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The One I Love

International Premiere
  • USA
  • 2014
  • 101 mins
  • DCP
  • English
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“Witty, sophisticated and emotionally authentic” – Geoff Berkshire, VARIETY

Ethan (Mark Duplass) and Sophie (Elizabeth Moss) are very unhappily married, stuck in a loop of therapy sessions that aren’t doing their couple any good. In a last-ditch effort, their therapist (Ted Danson) suggests they try a couple’s retreat, which might provide the kind of relaxing, introspective setting ideal for them to reflect on their relationship, and hopefully, improve it. And so Ethan and Sophie take him up on that offer, and drive there. And the week begins as exactly that, finding both of them reconnecting in unexpected ways, once again finding the best in each other… almost as if there was something otherworldly, something magical about the place. On that first night at the retreat, everything just falls into place. How is that? Well, the very next morning, the couple makes a startling discovery that catapults their stay at the retreat into the realm of the bizarre and the completely dumbfounding. As they’re drawn further into a strangely fun but brutally self-reflexive game, they also discover that more than the integrity of their relationship might be at risk…

Charlie McDowell’s directorial debut is a tremendously smart, star-studded (yet very minimally cast) sci-fi melodrama, pitting multi-hyphenate mumblecore veteran Mark Duplass and small-screen queen Elizabeth Moss against each other in what is essentially a delightful rom-com huis-clos of the most unexpected kind. Mark Duplass’ affinity for high-concept scenarios is on full display here, and much like 2012’s SAFETY NOT GUARANTEED, and CREEP (also playing this year’s edition of the festival), the basic premise and many twists and turns that THE ONE I LOVE offers are best left unspoiled, to be discovered. Past all of that, Duplass and Moss steal the show, given ample space to improvise from Justin Lader’s 50-page script. THE ONE I LOVE allows them to deliver yet another set of stellar performances that rival (as much as they enable) many of the film’s lofty sci-fi ideas, and will make you wish for MAD MEN to be over so that Moss can take on more of these roles. Wry, charming and engaging, it is a brutally honest deconstruction of the couple, in which McDowell and his team reference both TWILIGHT ZONE and WHO’S AFRAID OF VIRGINIA WOOLF?. All of this to say, if you like your sci-fi quick-witted and heart-tugging, THE ONE I LOVE is one you’ll love!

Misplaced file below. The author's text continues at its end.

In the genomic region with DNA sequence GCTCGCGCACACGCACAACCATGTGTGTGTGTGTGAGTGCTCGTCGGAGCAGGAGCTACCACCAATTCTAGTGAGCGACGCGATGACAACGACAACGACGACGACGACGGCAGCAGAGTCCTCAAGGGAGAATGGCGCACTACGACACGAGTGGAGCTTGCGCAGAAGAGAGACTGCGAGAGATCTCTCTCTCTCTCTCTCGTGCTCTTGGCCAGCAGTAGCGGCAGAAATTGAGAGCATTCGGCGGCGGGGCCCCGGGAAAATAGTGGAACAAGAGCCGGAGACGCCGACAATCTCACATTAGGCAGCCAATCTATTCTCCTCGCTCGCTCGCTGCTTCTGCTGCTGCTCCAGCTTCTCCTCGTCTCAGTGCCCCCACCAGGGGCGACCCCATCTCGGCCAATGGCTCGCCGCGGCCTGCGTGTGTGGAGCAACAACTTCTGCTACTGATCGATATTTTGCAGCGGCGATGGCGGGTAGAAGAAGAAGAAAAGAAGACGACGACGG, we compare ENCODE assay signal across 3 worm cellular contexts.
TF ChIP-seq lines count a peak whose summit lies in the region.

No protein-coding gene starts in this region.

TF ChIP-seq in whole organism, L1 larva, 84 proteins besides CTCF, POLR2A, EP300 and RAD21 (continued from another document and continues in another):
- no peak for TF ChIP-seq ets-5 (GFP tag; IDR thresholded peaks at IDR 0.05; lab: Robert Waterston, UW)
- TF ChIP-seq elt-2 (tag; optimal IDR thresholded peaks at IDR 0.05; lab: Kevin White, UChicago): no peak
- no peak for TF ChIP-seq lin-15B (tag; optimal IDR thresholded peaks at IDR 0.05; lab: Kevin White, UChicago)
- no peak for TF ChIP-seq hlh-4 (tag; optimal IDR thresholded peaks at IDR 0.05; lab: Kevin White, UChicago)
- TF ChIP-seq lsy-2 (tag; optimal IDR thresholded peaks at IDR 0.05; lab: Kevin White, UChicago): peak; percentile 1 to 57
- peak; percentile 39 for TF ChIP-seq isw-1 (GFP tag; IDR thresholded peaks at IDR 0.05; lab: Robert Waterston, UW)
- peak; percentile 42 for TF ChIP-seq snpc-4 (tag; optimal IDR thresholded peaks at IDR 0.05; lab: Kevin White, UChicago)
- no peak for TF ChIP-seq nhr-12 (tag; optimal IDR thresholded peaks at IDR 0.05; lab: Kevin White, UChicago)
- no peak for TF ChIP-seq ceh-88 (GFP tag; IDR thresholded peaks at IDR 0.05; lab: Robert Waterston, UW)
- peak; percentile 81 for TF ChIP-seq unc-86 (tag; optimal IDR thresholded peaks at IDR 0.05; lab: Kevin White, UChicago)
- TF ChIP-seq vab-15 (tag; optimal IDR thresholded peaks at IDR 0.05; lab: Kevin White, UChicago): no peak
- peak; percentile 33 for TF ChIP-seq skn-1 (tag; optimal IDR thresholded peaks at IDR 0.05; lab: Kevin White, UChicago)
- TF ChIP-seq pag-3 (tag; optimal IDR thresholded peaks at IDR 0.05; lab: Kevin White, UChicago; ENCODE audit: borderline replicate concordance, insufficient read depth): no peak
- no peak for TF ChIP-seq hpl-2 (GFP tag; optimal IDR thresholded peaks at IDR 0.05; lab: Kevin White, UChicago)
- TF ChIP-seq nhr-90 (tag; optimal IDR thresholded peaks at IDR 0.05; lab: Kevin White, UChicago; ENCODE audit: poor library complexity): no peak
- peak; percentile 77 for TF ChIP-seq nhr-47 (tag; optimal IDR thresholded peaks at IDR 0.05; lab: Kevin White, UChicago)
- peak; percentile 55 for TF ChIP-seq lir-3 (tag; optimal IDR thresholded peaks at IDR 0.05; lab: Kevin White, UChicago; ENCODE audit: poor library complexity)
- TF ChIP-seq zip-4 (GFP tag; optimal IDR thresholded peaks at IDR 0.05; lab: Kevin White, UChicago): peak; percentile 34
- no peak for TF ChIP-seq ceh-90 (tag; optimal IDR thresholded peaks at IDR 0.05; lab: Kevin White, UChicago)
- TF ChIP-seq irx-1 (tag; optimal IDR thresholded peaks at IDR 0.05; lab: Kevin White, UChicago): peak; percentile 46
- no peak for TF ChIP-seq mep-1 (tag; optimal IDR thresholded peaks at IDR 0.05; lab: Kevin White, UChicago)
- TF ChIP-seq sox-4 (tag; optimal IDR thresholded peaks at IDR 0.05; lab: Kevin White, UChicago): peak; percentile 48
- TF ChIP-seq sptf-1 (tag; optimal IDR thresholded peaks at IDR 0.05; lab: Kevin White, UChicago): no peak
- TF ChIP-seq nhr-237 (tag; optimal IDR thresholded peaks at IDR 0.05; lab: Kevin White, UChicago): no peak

— Ariel Esteban Cayer